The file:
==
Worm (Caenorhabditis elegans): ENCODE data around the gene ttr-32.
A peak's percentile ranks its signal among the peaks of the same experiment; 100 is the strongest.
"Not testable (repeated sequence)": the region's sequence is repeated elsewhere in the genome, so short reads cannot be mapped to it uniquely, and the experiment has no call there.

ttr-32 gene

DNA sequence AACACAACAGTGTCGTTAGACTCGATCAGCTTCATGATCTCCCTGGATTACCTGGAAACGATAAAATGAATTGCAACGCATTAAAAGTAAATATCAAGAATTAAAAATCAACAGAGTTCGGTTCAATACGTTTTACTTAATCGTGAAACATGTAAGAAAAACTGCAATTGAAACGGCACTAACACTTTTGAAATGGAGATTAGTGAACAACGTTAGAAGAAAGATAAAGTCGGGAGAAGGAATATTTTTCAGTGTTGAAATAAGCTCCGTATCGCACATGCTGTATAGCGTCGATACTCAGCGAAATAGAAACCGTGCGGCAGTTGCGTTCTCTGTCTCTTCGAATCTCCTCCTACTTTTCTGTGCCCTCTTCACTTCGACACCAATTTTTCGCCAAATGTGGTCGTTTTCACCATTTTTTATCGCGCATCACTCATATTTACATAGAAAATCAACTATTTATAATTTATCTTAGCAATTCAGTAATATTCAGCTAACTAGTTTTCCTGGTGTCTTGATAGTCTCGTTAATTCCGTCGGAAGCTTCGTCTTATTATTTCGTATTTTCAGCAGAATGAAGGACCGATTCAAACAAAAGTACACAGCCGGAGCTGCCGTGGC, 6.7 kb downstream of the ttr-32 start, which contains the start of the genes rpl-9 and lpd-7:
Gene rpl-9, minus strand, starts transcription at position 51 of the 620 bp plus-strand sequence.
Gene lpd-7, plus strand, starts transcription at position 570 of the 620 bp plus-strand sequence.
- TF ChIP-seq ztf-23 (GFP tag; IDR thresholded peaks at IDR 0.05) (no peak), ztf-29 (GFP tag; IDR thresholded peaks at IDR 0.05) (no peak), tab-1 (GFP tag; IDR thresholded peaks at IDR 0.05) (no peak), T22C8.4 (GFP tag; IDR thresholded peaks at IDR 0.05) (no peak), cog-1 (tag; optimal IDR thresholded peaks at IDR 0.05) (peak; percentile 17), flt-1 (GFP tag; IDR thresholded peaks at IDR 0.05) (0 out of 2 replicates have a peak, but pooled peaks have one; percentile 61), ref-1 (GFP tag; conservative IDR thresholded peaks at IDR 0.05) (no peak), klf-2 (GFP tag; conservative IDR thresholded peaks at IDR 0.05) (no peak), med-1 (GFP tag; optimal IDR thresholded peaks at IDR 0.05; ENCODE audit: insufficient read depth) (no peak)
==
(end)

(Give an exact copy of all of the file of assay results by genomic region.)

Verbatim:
Worm (Caenorhabditis elegans): ENCODE data around the gene ttr-32.
A peak's percentile ranks its signal among the peaks of the same experiment; 100 is the strongest.
"Not testable (repeated sequence)": the region's sequence is repeated elsewhere in the genome, so short reads cannot be mapped to it uniquely, and the experiment has no call there.

ttr-32 gene

DNA sequence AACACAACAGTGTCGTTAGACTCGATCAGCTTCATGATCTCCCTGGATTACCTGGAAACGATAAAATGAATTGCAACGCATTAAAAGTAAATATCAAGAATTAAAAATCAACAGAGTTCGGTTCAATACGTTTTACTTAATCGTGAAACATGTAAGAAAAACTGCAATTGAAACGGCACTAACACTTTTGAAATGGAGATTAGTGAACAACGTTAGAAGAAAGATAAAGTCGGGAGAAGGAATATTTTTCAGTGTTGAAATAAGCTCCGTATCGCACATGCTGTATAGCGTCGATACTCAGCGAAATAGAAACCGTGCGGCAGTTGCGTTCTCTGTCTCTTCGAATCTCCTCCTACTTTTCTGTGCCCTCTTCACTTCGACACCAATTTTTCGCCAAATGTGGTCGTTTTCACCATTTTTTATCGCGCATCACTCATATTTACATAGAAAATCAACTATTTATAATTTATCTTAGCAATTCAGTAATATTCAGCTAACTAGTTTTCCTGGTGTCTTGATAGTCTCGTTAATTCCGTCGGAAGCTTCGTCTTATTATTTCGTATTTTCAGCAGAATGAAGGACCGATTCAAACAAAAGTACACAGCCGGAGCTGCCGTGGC, 6.7 kb downstream of the ttr-32 start, which contains the start of the genes rpl-9 and lpd-7:
Gene rpl-9, minus strand, starts transcription at position 51 of the 620 bp plus-strand sequence.
Gene lpd-7, plus strand, starts transcription at position 570 of the 620 bp plus-strand sequence.
- TF ChIP-seq ztf-23 (GFP tag; IDR thresholded peaks at IDR 0.05) (no peak), ztf-29 (GFP tag; IDR thresholded peaks at IDR 0.05) (no peak), tab-1 (GFP tag; IDR thresholded peaks at IDR 0.05) (no peak), T22C8.4 (GFP tag; IDR thresholded peaks at IDR 0.05) (no peak), cog-1 (tag; optimal IDR thresholded peaks at IDR 0.05) (peak; percentile 17), flt-1 (GFP tag; IDR thresholded peaks at IDR 0.05) (0 out of 2 replicates have a peak, but pooled peaks have one; percentile 61), ref-1 (GFP tag; conservative IDR thresholded peaks at IDR 0.05) (no peak), klf-2 (GFP tag; conservative IDR thresholded peaks at IDR 0.05) (no peak), med-1 (GFP tag; optimal IDR thresholded peaks at IDR 0.05; ENCODE audit: insufficient read depth) (no peak)